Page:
As I have not had time to bake them again and perfect my recipe I decided to only blog the images for now.

I used a lemon poppy seed muffin recipe, but did not add enough pudding flavoring, so they ended up being very plain. I also attempted to make brown food coloring for the tops by mixing red and green, or red and blue, I forget, and it came out looking rather gray. That is where the editing came in handy.

After baking and cooling the muffins I cut off the tops and turned them upside down to resemble the popular local pudding.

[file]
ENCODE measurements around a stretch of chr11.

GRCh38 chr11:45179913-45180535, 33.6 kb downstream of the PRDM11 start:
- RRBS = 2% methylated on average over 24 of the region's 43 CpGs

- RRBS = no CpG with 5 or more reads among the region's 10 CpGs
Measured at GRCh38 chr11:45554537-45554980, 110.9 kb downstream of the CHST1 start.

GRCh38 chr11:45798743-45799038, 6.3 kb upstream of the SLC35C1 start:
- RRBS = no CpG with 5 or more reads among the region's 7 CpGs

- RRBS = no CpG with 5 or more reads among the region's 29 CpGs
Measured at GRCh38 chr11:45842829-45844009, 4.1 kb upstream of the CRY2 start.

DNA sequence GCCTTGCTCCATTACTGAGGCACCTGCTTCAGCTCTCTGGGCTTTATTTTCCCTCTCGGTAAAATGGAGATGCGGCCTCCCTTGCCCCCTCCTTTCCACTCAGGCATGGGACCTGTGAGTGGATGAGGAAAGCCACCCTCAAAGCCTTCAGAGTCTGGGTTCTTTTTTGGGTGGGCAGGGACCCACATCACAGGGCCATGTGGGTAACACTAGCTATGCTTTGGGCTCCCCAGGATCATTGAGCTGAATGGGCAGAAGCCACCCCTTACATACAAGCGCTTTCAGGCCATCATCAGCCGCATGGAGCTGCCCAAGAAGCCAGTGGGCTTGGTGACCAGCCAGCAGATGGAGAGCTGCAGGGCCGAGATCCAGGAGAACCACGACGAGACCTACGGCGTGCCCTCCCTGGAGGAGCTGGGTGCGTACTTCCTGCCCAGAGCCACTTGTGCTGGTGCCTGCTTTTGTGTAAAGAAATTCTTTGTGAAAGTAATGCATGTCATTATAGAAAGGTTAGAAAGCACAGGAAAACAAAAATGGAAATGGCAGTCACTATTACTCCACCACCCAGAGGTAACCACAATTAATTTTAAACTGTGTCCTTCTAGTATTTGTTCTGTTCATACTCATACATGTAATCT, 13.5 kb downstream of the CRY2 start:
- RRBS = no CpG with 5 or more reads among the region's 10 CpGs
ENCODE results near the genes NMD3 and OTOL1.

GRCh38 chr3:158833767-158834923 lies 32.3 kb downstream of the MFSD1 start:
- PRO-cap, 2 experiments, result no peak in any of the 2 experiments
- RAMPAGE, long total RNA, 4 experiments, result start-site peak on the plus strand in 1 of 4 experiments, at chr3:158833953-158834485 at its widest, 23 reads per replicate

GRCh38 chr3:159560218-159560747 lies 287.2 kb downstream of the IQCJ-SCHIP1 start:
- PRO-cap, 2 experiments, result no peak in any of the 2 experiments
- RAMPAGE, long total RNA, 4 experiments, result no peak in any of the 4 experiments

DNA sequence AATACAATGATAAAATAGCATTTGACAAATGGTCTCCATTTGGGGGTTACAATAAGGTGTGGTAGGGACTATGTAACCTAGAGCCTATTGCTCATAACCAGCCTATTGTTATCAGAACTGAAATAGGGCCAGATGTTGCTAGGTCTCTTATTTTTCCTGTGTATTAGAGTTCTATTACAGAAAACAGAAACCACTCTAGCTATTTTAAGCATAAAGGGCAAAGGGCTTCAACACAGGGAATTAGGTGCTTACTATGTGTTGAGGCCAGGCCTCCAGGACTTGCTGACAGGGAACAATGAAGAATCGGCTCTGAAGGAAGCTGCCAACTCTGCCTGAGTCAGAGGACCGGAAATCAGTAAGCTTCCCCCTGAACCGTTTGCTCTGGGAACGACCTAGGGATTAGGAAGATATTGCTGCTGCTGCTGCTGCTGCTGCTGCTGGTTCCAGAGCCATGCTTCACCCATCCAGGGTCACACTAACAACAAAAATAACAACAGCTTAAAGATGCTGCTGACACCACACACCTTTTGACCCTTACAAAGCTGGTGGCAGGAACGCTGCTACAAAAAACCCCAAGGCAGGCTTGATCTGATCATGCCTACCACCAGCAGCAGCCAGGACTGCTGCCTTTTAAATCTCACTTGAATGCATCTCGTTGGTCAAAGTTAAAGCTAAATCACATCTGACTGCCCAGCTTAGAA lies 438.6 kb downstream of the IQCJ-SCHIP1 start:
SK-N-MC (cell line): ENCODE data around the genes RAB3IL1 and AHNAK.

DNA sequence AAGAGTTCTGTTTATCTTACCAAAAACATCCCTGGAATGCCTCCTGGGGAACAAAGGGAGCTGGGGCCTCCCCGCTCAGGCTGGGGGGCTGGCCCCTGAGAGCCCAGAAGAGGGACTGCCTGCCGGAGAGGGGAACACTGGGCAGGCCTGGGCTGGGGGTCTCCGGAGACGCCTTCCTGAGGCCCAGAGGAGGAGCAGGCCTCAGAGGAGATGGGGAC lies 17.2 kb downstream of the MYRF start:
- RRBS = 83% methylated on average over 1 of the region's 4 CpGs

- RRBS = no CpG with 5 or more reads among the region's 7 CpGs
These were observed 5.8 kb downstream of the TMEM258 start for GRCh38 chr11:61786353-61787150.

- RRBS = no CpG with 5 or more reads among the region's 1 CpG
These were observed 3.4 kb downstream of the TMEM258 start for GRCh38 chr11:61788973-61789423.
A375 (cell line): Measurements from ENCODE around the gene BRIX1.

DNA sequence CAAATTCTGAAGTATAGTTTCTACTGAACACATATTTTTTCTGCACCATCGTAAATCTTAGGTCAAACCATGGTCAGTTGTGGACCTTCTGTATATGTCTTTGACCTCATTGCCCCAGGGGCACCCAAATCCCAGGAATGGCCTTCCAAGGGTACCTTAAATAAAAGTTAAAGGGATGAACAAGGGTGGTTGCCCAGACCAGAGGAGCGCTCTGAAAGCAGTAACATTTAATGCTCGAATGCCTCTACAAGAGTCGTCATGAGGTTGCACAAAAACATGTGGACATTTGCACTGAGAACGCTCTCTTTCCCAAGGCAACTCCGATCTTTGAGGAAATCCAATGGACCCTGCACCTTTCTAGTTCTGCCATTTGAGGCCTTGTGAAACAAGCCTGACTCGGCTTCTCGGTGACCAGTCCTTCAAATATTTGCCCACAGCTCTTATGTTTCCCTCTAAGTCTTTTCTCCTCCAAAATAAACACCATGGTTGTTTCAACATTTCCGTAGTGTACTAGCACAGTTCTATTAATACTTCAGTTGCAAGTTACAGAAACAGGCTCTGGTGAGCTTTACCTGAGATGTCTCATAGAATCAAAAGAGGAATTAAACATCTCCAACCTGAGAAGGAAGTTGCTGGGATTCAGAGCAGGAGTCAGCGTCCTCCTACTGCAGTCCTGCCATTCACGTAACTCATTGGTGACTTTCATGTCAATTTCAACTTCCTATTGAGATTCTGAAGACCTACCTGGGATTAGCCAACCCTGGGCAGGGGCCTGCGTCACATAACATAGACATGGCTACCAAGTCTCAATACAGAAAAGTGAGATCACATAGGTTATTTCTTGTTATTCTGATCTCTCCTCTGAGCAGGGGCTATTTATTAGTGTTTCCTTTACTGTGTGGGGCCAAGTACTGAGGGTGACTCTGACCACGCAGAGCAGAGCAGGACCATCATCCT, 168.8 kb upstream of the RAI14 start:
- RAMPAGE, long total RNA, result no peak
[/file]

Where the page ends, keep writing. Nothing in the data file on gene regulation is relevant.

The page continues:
I know this is being very lazy of me, editing pictures, not posting a proper recipe and all that. But I promise I will make amends and bake them again and make them look real pretty and have everything ready right from the start and blog a decent recipe with un-edited pictures soon, maybe!